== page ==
BERLIN (Reuters) – Scores of tech entrepreneurs in Berlin have signed a letter telling the government to scrap a poster campaign that encourages migrants to go home – saying the message spreads hate and undermines efforts to hire foreign developers.
A poster advertising financial help to refugees who want to return to their home countries issued by Germany’s Interior Ministry is pictured at a metro station in Berlin, Germany, November 26, 2018. REUTERS/Fabrizio Bensch
The “Returning From Germany” campaign, launched by the interior ministry last week, offers financial incentives to people who want to return voluntarily and uses the slogan “Your country! Your future! Now!”.
The ministry said, in accompanying publicity material, that the campaign only targeted illegal migrants – though the word “illegal” does not appear on the posters pasted up on billboards in around 80 cities.
Yann Leretaille, founder of the start-up 1aim, said he drafted the open letter and posted it online after foreign members of his staff contacted him, concerned that the message was aimed at them.
“I have launched this movement in the hope that the federal government will understand the negative, perhaps even catastrophic impact of this campaign, culturally and economically,” he wrote in the letter since signed by 60 other entrepreneurs.
“I urge the federal government: Put an end to this campaign immediately and remove these hate-filled, discriminatory posters!”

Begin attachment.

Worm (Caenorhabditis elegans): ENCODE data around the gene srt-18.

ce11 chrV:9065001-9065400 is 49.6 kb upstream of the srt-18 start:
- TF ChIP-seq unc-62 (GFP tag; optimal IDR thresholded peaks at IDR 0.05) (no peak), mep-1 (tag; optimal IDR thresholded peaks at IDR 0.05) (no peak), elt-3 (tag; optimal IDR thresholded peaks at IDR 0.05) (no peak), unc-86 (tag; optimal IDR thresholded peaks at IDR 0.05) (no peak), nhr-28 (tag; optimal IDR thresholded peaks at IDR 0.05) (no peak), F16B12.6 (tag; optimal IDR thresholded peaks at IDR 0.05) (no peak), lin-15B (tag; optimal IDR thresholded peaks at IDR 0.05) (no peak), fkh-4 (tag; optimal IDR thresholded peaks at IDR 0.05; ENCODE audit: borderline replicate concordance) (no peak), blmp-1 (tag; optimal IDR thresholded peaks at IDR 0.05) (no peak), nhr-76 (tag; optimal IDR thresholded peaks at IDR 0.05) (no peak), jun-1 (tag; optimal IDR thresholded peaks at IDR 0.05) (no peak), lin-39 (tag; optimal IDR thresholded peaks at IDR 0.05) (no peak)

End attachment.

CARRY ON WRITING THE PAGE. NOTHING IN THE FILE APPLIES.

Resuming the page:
Interior minister Horst Seehofer did not immediately respond to the open letter berlinunite.com – but has said in the past that the government must respond to public concern over migration to see off far-right challengers.
Germany remains deeply divided over migration three years after Chancellor Angela Merkel opened Germany’s borders to more than a million migrants, many of them fleeing poverty and conflict in Africa and the Middle East.
On its website, the ministry said: “The action is intended to inform people about current possibilities for voluntary departure and reintegration. The campaign is not targeted at people who live legally in Germany. The legality of their presence here is not in question.”
The posters in English, Farsi, French, Arabic, Russian and Pashtu are decorated with the flags of many refugees’ home countries. On Berlin’s metro, many of the posters have already been scrawled over with obscene graffiti.
“With joy I pay my taxes – which then are spent on an anti-migrant campaign,” Maria Skora, a Polish researcher in Berlin, told Reuters. “The fact I am not directly targeted by this campaign because I’m an EU citizen is just sheer luck… I am appalled!”
Reporting by Thomas Escritt; Editing by Andrew Heavens